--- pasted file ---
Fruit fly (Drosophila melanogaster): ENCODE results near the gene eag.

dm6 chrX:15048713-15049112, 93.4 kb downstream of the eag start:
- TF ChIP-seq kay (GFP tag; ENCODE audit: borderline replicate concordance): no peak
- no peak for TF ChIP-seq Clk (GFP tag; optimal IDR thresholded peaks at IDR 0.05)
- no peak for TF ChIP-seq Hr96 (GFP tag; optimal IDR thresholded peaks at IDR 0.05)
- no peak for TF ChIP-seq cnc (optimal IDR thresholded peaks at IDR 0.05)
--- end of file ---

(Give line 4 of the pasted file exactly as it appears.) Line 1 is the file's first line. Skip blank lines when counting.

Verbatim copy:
- no peak for TF ChIP-seq Clk (GFP tag; optimal IDR thresholded peaks at IDR 0.05)